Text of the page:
There are many factors driving higher oil prices. Global demand is strong because the global economy is strong.

That demand has meant the world economy has burnt through excess supply and stock piles have declined.
OPEC cut back production a year or so ago, which further restricted supply (and now they’re increasing it again as demand picks up).

Some oil producers, including Libya, Venezuela and Canada, have had their supply disrupted. Iran’s supply to world markets is also under a cloud with the US seeking to reimpose sanctions.

There is a risk we’re going to see more upside with oil prices rising further.

That means Australian consumers will pay more at the bowser for petrol. Over the last year the typical household has had to spend $8 a week more on petrol.

There are two impacts: higher petrol prices but also less spending power. Higher oil prices are going to be a bit of a drag on consumer spending going forward.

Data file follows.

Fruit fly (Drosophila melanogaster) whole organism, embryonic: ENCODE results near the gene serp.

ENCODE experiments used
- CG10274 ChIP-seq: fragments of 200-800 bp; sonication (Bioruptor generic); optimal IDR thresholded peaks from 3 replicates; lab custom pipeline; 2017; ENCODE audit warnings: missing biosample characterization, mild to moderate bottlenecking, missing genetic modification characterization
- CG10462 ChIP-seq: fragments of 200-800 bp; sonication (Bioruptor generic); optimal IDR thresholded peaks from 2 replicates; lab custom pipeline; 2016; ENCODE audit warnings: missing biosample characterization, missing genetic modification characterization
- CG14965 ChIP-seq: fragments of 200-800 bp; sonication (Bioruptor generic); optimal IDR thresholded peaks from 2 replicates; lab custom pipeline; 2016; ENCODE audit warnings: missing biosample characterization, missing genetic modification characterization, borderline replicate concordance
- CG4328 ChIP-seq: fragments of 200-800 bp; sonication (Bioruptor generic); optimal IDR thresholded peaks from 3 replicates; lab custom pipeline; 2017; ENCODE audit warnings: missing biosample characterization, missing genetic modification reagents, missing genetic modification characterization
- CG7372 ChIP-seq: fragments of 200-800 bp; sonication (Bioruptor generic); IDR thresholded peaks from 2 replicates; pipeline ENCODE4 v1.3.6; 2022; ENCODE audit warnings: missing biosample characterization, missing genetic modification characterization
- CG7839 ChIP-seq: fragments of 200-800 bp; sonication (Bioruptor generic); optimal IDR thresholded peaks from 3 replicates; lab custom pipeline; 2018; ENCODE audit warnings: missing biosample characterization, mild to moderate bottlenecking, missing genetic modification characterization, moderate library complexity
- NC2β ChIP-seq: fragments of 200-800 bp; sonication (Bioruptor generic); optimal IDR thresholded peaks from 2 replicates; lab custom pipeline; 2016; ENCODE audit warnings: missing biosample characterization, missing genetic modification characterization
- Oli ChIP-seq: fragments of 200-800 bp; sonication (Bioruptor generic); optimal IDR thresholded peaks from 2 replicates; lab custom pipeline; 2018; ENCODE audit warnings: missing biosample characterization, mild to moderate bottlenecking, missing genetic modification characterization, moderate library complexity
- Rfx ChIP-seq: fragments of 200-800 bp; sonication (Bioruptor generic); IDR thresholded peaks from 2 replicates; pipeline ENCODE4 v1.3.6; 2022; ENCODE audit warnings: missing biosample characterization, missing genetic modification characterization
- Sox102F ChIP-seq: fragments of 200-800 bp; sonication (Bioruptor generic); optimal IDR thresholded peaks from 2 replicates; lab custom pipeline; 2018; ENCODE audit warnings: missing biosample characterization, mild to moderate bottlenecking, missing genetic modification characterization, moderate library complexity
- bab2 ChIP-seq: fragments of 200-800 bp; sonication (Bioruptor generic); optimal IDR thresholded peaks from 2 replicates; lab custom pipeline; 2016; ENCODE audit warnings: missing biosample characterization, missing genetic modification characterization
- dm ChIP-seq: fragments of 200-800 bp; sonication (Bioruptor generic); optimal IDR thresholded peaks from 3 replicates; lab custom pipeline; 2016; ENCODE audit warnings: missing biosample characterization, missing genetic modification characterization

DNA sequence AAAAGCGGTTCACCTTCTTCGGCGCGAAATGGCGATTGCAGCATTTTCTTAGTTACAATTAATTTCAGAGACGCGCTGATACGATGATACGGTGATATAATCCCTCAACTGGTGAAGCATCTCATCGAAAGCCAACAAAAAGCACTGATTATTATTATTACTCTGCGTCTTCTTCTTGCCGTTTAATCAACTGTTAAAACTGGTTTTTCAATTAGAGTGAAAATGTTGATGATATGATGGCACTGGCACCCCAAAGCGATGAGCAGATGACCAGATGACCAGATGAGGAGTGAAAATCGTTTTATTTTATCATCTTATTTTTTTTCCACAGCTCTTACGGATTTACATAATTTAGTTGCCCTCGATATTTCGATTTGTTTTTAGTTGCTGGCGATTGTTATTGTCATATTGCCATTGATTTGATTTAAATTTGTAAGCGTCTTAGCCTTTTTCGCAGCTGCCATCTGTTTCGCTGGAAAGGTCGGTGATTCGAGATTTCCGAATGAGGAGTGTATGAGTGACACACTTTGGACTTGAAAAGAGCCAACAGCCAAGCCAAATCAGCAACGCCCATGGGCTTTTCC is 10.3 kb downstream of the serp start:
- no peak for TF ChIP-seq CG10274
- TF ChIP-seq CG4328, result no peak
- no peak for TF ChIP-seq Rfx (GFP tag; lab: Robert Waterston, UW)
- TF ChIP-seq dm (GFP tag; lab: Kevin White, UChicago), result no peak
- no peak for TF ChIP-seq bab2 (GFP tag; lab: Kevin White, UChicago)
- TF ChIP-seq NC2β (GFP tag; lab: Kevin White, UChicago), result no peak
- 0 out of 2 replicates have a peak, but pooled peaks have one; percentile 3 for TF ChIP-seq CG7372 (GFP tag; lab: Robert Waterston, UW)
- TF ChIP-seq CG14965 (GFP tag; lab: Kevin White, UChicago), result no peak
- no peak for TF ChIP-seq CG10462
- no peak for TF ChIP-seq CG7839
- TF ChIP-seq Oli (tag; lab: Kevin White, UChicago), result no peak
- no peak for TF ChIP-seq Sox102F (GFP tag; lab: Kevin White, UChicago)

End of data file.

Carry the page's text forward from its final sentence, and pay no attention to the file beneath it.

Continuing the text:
That weaker consumer spending will balance the inflationary effects of higher petrol prices. Ultimately, I don’t see a huge flow-on to inflation [from higher oil prices], and I don’t see the RBA jumping in there and raising interest rates.

Oil price rises will ultimately be capped because higher prices should accelerate a shift to alternatives, and supply will increase as producers ramp up production to benefit from higher profits. As a result, we don’t expect to see the oil price pushing up to the levels we saw last decade when it got to around $US140 per barrel.

Still, at the end of the day higher oil prices are a drag on growth, particularly for Australian consumers, and that is something worth keeping an eye on.

AMP Capital's Market Watch